Re: Question about weathering

Rob & Bev Manley

Ten years ago I was on a mission to find the ultimate weathering product. I liked chalks but didn't like the vanishing act they perform when overcoated with a flat finish. By the way my favorite Flats are Scalecoat, Model Master and......Windsor Newton Galleria Acrylic Flat in the 8oz. bottle for about $8.00. At Blick art store I walked into this PanPastel display. I was intrigued by their Oxide Red color and about 6 others. Bev would only let me buy one because she knew I had tried powders, chalks and others with little happiness. Unlike other modelers I picked up my Central Valley NP stock car, not a Bluebox boxcar, and attacked the roof. It was everything I wanted. easy application and professional looking color. 
The only weathering product I know of that is forgiving and mostly removable is Pan Pastel. I say "mostly" because White painted models will show a ghost of the color when removed. 
Pan Pastel is a high grade Artist product made of mostly pigment with a binder added, 96 colors plus a "Colorless Blender" that allows you to tone down the color to more of a tint. You need a good Flat finish on the model first and can apply with their SofftTools applicators, Micro-Brushes or artist oil brushes for tight spaces.
I have been doing RPM clinics on these for years and also have a Blog on their website for us modelers.
There are quite a few and at the bottom of the pages is a note to click on for more. Pan Pastel is also usable likw a water based product. You can apply to wood and use as a stain. It mixes well with watercolor pencils like the Derwent brand. 
Honestly, it's the only thing I use now. My airbrush is only for painting and flat finishing. You have the option of using a Flat to protect the Pan Pastels from heavy handling or not. I stopped using an overcoat and I am always taking y rolling stock in and out of my A-Line carrying trays. I haven't noticed any significant loss of color. 
When applying the color you should put some pressure on the applicator, that helps it bond to the surface.
Thank you for allowing me to share this.
Attached is a Rock Island B-unit that I matched to a fodo from
The CB&Q gondola is a mandatory freight car WIP content. This shows how to use Pan Pastel as a stain.

Rob Manley
"Better modeling through personal embarrassment"

On Wednesday, September 23, 2020, 12:12:41 PM CDT, Aley, Jeff A <jeff.a.aley@...> wrote:

Brianna, it seems, independently discovered one of the corollaries to Murphy’s Law: “There are two kinds of dirt – the dark kind, which is attracted to light objects, and the light kind, which is attracted to dark objects.”






From: <> On Behalf Of Bruce Smith
Sent: Wednesday, September 23, 2020 7:43 AM
Subject: Re: [RealSTMFC] Question about weathering


Ray, Jim,


Additional commentary interspersed ;)


On Sep 23, 2020, at 9:21 AM, Jim Betz <jimbetz@...> wrote:


  2) Darker colors on the roof and lighter colors on the bottom.


As a rule of thumb, everything goes towards a mid-tone. Brianna, my daughter, and I gave a clinic at an SER NMRA annual convention when she was the tender age of 5. She had many things to contribute, but perhaps the most seminal was “If it is light, make it darker, and if it is dark, make it lighter”.  BTW, the old theater adage “don’t work with children and animals” is entirely true. Brianna stole the show.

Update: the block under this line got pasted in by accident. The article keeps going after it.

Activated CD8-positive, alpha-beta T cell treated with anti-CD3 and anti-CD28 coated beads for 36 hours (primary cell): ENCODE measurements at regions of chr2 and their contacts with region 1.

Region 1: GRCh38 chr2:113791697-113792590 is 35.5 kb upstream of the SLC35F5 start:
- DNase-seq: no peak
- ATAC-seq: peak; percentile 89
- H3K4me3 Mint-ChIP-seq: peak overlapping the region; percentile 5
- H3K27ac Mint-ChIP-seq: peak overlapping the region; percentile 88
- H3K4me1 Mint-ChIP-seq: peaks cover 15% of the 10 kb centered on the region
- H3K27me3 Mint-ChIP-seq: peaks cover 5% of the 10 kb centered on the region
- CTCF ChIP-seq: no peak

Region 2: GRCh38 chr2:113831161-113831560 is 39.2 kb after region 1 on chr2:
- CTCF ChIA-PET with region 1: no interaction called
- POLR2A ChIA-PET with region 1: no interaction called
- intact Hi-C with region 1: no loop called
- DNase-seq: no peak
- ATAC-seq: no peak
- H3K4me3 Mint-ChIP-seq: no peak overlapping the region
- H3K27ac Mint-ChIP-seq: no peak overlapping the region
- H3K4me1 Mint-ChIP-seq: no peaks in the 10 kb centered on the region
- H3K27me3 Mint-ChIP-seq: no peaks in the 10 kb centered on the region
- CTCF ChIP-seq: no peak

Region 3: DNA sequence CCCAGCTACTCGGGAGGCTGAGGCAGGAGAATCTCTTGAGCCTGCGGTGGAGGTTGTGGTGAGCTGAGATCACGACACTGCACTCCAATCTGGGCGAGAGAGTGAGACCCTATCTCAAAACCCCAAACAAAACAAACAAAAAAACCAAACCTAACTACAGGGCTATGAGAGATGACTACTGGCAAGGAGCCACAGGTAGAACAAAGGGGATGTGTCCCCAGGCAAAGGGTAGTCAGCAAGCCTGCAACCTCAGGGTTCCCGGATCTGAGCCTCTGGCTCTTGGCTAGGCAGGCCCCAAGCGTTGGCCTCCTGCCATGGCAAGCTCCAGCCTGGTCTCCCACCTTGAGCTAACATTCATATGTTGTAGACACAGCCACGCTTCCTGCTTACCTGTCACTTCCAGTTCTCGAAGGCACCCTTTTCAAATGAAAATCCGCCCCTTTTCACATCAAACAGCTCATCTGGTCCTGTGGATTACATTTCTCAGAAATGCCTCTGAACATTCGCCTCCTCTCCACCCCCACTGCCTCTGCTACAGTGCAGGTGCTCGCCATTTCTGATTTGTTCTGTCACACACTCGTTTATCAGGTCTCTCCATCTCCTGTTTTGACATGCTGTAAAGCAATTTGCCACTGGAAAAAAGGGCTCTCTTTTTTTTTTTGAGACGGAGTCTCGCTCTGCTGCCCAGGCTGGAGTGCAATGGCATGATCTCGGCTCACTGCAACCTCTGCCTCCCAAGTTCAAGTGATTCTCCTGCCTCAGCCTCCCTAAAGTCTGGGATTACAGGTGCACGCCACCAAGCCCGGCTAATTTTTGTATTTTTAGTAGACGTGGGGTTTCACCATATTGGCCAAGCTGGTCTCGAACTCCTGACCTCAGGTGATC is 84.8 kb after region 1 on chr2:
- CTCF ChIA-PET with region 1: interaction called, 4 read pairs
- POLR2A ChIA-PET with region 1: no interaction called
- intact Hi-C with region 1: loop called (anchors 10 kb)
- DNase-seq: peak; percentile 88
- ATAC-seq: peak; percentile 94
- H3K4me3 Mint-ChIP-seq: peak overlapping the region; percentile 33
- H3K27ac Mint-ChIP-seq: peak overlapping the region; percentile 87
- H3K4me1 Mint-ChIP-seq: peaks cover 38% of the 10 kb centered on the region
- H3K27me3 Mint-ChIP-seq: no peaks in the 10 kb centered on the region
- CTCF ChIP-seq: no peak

And no pressure, but if a 5-year old can weather cars, so can you ;)

  3) Cars sit more than they move - a lot more.  So any "streaks"
       need to be vertical rather than horizontal.


Except passenger cars and head end cars, which may have a more all-over weathering pattern, with some horizontal aspects. Locomotives also have patterns that both relate to gravity and movement.

  5) A final light dusting with an air brush helps a lot - I call this the
      "blending coat" - I usually use a very thin "weathered black" color
      for this but have also used just dullcoat and other such.


Vary this color to vary your weathering. Alternative are Harbor Mist Grey, Railroad tie brown, 

  6) Weathered equipment is never "shiny".


In real life, some equipment can retain a shine, whilst being weathered. However, I have never found that gloss looks anything but “toy-like” on a model, even if the prototype was shiny.

 10) Rust is a job best done sparingly.


And remember that there are infinite shades of rust.


P.S. There are many different 'methods' - I prefer acrylic washes.

        Some guys prefer pan pastels.  Some guys like to do it all
        using an air brush (I consider this to be the least successful).
        In the end you will develop your own 'process'.  Don't forget
        to vary what you do from car to car - such as the shade of
        this coat, how much of a particular coat you use, what order
        you do different steps, etc.


I try to use different methods to mix things up to avoid the everything looks the same problem, but also to build skills with different media. 





Bruce F. Smith            

Auburn, AL

"Some days you are the bug, some days you are the windshield."



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